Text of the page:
March 24, 2022 Posted by | Canada, opposition to nuclear, Small Modular Nuclear Reactors | Leave a comment

Canada’s green bond program specifically prohibits investments in nuclear energy

Is nuclear energy green or not? Federal government sending conflicting messages, critics say

At the same time the government invests in small modular nuclear reactor projects, its new planned green bond program specifically prohibits investments in nuclear ene

Excerpt from the National Post, Mar 18, 2022  •The Liberal government is being accused of sending conflicting messages about the nuclear industry and how it can help adapt to a green environment.

The week the Liberal government put $27.2 million into a promising new small modular nuclear reactor — but at the same time its green bond program, meant to boost environmentally-friendly programs, specifically excludes investments in nuclear power.

The conflict shows mixed support at best for the industry, say critics………….

The green bond program was announced in last spring’s budget and detailed rules were released earlier this month. The green bonds would be part of Canada’s broader debt program, but the money would be specifically diverted to environmentally-friendly programs, such as climate change adaptation measures, other forms of renewable energy, and energy efficiency……….

Adrienne Vaupshas, a spokesperson for Finance Minister Chrystia Freeland, said Canada’s green bonds were following international standards.

“Canada’s green bond framework is fully aligned with international green bond standards and market expectations,” she said….

March 21, 2022 Posted by | Canada, climate change, politics | Leave a comment

Indigenous, scientific, environmental and citizen groups strongly oppose Ottawa’s push for small nuclear reactors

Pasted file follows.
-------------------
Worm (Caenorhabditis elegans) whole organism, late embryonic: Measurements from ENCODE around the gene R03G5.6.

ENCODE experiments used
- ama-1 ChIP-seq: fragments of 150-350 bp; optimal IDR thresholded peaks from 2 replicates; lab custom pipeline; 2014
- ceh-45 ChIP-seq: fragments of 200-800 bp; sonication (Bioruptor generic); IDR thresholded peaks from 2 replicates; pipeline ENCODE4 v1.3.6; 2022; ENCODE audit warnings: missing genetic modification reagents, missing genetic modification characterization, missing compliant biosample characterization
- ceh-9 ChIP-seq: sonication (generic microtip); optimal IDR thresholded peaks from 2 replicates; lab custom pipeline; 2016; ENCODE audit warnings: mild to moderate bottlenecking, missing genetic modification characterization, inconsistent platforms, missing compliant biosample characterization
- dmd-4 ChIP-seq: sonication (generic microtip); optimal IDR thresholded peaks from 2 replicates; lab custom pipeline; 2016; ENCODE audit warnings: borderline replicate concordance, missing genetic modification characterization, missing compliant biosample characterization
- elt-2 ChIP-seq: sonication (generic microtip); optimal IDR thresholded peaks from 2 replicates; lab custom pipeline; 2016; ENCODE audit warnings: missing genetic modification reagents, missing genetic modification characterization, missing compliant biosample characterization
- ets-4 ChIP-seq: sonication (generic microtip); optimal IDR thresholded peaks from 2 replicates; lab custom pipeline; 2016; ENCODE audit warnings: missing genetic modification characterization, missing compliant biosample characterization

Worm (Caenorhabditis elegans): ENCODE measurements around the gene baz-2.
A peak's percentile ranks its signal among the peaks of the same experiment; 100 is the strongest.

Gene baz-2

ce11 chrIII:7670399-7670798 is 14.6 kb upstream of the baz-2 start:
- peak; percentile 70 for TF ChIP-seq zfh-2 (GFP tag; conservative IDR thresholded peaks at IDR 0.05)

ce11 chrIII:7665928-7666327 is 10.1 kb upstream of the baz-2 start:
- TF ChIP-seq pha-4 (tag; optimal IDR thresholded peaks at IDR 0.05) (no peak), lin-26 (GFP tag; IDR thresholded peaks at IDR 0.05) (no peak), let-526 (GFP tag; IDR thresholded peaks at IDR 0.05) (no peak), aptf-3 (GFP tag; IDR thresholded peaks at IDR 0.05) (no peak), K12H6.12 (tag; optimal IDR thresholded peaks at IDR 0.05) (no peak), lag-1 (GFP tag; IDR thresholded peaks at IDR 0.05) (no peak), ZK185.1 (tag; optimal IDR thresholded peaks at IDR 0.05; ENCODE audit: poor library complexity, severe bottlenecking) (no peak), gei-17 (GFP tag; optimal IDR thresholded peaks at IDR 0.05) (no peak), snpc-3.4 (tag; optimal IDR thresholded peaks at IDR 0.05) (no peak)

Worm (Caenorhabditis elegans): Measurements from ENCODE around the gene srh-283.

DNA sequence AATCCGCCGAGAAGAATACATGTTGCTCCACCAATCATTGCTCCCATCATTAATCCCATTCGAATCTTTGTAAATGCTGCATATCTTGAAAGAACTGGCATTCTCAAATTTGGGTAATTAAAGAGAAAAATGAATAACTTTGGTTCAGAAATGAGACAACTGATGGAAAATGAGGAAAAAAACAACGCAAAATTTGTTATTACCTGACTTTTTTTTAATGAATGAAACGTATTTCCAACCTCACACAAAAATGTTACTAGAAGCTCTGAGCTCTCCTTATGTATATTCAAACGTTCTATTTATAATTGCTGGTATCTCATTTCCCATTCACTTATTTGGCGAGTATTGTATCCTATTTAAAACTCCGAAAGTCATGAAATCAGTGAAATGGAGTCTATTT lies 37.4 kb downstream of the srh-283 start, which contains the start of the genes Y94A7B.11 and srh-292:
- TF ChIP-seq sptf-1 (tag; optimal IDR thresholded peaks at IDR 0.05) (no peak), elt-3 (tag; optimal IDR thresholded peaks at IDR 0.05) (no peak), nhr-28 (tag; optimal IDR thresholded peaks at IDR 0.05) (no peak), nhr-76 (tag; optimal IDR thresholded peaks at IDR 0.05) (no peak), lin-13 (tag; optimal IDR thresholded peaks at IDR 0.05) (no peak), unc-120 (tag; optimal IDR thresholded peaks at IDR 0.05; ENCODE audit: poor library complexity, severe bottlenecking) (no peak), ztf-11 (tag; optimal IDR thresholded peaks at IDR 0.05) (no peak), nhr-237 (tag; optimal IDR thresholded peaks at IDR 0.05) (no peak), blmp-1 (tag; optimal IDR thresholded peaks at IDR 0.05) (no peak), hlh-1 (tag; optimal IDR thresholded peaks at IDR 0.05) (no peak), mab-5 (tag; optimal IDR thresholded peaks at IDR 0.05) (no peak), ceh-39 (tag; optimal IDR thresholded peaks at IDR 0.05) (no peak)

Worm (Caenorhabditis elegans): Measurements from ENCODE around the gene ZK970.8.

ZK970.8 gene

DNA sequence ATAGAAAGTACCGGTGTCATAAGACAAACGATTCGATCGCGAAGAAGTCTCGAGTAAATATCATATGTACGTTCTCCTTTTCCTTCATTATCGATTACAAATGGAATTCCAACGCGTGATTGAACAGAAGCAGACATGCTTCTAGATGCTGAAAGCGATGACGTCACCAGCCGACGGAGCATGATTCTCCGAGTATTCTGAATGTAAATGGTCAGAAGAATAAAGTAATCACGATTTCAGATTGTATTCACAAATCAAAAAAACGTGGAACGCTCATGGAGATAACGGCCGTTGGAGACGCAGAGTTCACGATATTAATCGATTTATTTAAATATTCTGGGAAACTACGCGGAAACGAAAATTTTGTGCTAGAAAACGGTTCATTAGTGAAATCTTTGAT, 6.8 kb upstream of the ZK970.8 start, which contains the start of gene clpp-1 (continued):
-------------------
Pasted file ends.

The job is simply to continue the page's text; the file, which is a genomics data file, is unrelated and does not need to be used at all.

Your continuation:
Ottawa pours more money into next-gen nuclear tech; critics to push back
against ‘dangerous distraction’. Innovation, Science and Industry
Minister François-Philippe Champagne announced a $27.2-million investment
Thursday in the development of next-generation nuclear technology he said
will make energy more accessible to remote communities.

However, numerous Indigenous, scientific, environmental and citizen groups have called the
technology a “dirty, dangerous distraction” from real climate action.
The money will go to the development of Westinghouse Electric Canada
Inc.’s eVinci micro-reactor, a small modular reactor (SMR) the company
says will “bring carbon-free, transportable, safe and scalable energy
anywhere Canada requires reliable, clean energy.”

 National Observer 17th March 2022

March 21, 2022 Posted by | Canada, opposition to nuclear, Small Modular Nuclear Reactors | Leave a comment

Small modular nuclear reactors – no good for Canada’s indigenous communities, no good for climate action

The Government of Canada is further delaying climate action with an
announcement of $27 million in funding today to develop a Small Modular
Nuclear Reactor (SMR).

There is no guarantee SMRs will ever produce energy
in a safe and reliable manner in Canada. During his remarks for the
announcement, François-Philippe Champagne, Minister of Innovation, Science
and Economic Development Canada, as well as Westinghouse representatives,
said that the technology to be developed, the e-Vinci reactor by the
Westinghouse Electric Company, will be suitable for remote Indigenous
communities currently using diesel energy.

However, research has demonstrated that small modular nuclear reactors such as the type